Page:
Japan and Russia have also been part of Dhaka’s calculations, hoping that they too could convey messages to Myanmar. Japan has economic interests in Myanmar’s Rakhine state. Tokyo maintained silence on the crisis and continued to observe its policy of abstaining from Myanmar-related issues at the UN. Rather than use the term “Rohingya”, the Japanese insisted on referring to “Muslims in Rakhine state”. This approach, described by one commentator as “cold-blooded”, was likely driven by its own strategy of balancing its relationships with China and alliance partner, the US, with which it was engaged in promoting the vision of a free and open Indo-Pacific (FOIP). Japan has expressed an interest in acting as a mediator between Bangladesh and Myanmar to ensure safe repatriation of the refugees. Russia, meanwhile, has styled itself as Myanmar’s “friend in need”. Moscow has been a major arms supplier to the military.

After three years of the Rohingya crisis, the question of the Rohingyas and how to resolve their status persists, with more refugees still arriving (at least, 1,300 crossed the border from India in 2019). India has sent back to Bangladesh Rohingyas who had managed to enter India in the hopes of getting sent to Myanmar. Saudi Arabia too has returned refugees to Bangladesh, after Rohingyas had managed to reach the Kingdom allegedly by obtaining Bangladesh passports.

Two bids by Bangladesh to repatriate Rohingya refugees to Myanmar have failed, leaving the prospects for further attempts low. On August 24, 2019, nearly 300 refugee families refused to leave as they were not convinced that they would be treated with dignity and be give citizenship when they returned. The next day, thousands of refugees demonstrated in their camp to demand that Myanmar guarantee that their nationality would be recognized before they return. China, through its embassy in Myanmar, is believed to have brokered the repatriation, for which no Rohingyas turned up. Throughout this “diplomatic drama”, as one Bangladesh newspaper described it, Myanmar appears happy to have repatriation delayed in the hopes that this will help it avoid international pressure to deal with the Rohingya problem and their status in the country.

Protesters in Sylhet, Bangladesh, accuse the Myanmar army of genocide against the Rohingyas in Rakhine state (Credit: HM Shahidul Islam / Shutterstock.com)

Protesters in Sylhet, Bangladesh, accuse the Myanmar army of genocide against the Rohingyas in Rakhine state (Credit: HM Shahidul Islam / Shutterstock.com)

In a geopolitical twist, on November 11, 2019, with the support of the Organization for Islamic Cooperation (OIC), The Gambia filed a lawsuit against Myanmar at the International Court of Justice (ICJ) for perpetrating genocide against the Rohingyas. Bangladesh donated US$500,000 to the OIC to support The Gambia’s legal initiative. The ICJ instructed Myanmar to take urgent measures for the Rohingya minority which could strengthen diplomatic pressure on Myanmar to accept the safe repatriation of the refugees. Bangladesh itself has come under pressure to push more forcefully and use its relationships with all the relevant players to resolve the crisis.

Further impediments to repatriation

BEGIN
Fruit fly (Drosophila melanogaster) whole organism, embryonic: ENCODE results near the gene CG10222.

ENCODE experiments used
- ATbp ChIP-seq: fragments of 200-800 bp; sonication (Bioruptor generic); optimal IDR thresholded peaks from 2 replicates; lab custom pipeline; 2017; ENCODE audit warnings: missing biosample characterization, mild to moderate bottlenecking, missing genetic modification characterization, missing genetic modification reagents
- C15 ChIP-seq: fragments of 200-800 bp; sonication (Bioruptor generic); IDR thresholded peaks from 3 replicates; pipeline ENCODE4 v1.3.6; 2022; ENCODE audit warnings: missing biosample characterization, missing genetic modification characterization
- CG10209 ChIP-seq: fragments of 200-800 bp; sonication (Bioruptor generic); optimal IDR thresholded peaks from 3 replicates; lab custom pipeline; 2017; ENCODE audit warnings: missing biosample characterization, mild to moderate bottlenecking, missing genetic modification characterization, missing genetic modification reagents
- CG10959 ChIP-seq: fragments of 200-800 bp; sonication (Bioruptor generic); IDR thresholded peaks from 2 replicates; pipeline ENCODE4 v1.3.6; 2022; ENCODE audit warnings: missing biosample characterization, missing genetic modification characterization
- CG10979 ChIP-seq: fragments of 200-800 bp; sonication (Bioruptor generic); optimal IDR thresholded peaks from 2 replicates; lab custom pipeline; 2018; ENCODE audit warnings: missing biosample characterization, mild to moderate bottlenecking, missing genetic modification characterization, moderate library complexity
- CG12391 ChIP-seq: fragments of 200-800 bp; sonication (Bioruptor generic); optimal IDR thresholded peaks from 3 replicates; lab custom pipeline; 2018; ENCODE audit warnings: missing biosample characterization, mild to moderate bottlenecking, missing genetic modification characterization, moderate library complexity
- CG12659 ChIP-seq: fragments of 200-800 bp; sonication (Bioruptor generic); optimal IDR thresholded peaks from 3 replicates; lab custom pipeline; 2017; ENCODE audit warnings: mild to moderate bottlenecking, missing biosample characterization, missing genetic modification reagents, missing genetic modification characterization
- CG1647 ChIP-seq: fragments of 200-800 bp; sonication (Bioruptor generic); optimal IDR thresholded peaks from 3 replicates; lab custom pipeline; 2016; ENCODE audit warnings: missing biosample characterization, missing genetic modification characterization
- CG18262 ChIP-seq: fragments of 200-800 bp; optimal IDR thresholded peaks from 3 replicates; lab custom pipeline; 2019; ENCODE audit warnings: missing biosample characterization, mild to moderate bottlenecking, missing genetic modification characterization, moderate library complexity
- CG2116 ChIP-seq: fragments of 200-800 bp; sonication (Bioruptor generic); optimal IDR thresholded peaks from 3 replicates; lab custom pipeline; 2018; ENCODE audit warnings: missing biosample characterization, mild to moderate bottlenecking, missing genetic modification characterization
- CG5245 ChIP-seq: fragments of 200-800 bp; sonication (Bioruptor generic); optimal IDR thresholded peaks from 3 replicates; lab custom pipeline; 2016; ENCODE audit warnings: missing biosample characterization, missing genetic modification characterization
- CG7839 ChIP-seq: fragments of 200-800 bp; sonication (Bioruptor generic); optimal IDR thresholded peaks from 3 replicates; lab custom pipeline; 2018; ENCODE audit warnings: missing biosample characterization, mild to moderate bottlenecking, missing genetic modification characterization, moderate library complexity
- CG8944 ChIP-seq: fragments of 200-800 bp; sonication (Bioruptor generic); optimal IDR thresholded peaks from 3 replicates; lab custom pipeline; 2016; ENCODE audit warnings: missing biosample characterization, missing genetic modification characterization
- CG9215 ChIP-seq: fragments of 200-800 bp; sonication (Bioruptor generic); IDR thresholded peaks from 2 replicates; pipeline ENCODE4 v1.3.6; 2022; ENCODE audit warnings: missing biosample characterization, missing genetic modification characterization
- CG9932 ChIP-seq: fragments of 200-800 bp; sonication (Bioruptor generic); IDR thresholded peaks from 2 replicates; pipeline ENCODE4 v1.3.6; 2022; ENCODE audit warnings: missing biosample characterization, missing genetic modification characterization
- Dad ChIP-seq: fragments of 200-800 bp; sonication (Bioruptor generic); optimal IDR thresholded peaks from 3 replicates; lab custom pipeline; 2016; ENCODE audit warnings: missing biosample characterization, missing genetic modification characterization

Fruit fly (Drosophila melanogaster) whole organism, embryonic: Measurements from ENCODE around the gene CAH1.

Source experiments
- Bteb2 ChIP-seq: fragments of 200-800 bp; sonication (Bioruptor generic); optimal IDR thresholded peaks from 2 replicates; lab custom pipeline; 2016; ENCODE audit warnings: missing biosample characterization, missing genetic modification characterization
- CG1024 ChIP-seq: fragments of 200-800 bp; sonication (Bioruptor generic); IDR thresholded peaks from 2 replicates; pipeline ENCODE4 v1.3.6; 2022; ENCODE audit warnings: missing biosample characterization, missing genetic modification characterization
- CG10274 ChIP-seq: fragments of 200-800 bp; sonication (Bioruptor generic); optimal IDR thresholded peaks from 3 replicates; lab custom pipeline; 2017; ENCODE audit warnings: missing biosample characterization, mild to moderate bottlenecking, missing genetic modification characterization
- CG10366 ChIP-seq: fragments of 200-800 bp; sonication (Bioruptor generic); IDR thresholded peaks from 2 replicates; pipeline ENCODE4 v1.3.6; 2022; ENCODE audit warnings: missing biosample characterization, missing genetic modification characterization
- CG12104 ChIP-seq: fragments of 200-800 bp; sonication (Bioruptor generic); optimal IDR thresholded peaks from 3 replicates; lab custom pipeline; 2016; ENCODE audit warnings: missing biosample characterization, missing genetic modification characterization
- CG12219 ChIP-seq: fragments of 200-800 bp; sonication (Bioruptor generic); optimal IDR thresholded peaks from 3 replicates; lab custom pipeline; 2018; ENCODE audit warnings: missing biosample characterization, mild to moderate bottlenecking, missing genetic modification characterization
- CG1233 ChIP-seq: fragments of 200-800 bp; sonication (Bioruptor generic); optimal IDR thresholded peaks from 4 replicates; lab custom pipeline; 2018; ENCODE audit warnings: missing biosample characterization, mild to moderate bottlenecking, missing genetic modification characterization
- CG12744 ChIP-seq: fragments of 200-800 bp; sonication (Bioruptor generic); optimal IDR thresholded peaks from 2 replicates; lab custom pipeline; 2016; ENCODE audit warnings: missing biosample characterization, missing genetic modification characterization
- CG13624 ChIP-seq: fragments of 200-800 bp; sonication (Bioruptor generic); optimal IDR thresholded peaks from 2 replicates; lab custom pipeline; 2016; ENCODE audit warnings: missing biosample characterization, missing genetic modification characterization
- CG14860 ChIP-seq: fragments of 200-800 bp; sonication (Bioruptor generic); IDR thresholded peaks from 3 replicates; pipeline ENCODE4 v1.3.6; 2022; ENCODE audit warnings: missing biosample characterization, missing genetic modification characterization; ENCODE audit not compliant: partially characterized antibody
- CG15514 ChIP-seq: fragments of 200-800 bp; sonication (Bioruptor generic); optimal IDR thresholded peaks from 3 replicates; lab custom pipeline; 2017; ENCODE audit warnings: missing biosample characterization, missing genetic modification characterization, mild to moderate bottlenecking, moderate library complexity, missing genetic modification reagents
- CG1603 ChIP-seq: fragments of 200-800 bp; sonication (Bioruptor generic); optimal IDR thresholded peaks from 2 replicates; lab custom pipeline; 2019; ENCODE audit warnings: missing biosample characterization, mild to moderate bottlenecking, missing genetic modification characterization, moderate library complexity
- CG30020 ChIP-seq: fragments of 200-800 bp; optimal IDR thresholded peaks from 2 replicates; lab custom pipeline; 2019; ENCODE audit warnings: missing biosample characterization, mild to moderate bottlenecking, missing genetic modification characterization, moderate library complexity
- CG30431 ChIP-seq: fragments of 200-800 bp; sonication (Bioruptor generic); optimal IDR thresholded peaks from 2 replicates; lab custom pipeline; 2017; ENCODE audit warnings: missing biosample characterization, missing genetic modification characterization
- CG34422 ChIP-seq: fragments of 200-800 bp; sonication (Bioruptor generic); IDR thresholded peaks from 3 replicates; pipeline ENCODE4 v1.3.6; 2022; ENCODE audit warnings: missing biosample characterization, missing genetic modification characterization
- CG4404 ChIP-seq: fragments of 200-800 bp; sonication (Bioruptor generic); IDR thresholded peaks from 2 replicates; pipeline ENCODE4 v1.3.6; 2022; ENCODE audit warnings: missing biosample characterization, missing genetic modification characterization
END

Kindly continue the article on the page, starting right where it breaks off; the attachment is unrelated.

Even so, three issues might further impede repatriation. First, the recent military takeover in Myanmar has taken the crisis in a different turn. Western countries and human rights organizations have criticized the junta, which arrested Aung San Suu Kyi and put her on trial. Myanmar has again gone into isolation. China has taken a business-as-usual approach, suggesting its support for the military regime. Unprecedented resistance by pro-democracy forces has paralyzed the country. While Senior General Min Aung Hlaing, the coup leader, has pledged to hold national elections within two years, the prospects for reconciliation are bleak. This means that the Rohingya problem is likely to remain unresolved.

Second, withdrawal of US forces from Afghanistan has disrupted the geopolitics of the region and had implications for the major powers. The Taliban’s return is likely to polarize the region, as players vie for influence over the strategically important country. Taliban leaders recently visited China, signaling Beijing’s greater interest in Afghanistan. A US-India nexus to protect their shared interests could be a tool against to contain Chinese influence in the region, especially as Pakistan, India’s chief adversary and Beijing’s ally, is possibly the most influential force in Afghanistan.

Third, the World Bank recently proposed that the Rohingya refugees be integrated into Bangladesh and accorded the right to work, mobility and access to public services as Bangladesh citizens have. Dhaka has rejected the idea. For Bangladesh, repatriation to Myanmar is the only solution. But without the active support from the major powers in applying pressure on Myanmar, the nearly one million Rohingyas in Bangladesh are not likely to be going anywhere soon.

Opinions expressed in articles published by AsiaGlobal Online reflect only those of the authors and do not necessarily represent the views of AsiaGlobal Online or the Asia Global Institute

Author

Nurul Huda Sakib

Nurul Huda Sakib

Jahangirnagar University

Nurul Huda Sakib is an associate professor in the Department of Government and Politics at Jahangirnagar University in Dhaka, Bangladesh. From 2016 to 2018, he was in the Department of Government and International Relations of the University of Sydney in Australia, where he focused on public-sector ethics, corruption and South Asian politics. Email Dr Sakib

Mohammad Sajedur Rahman

Mohammad Sajedur Rahman

Jahangirnagar University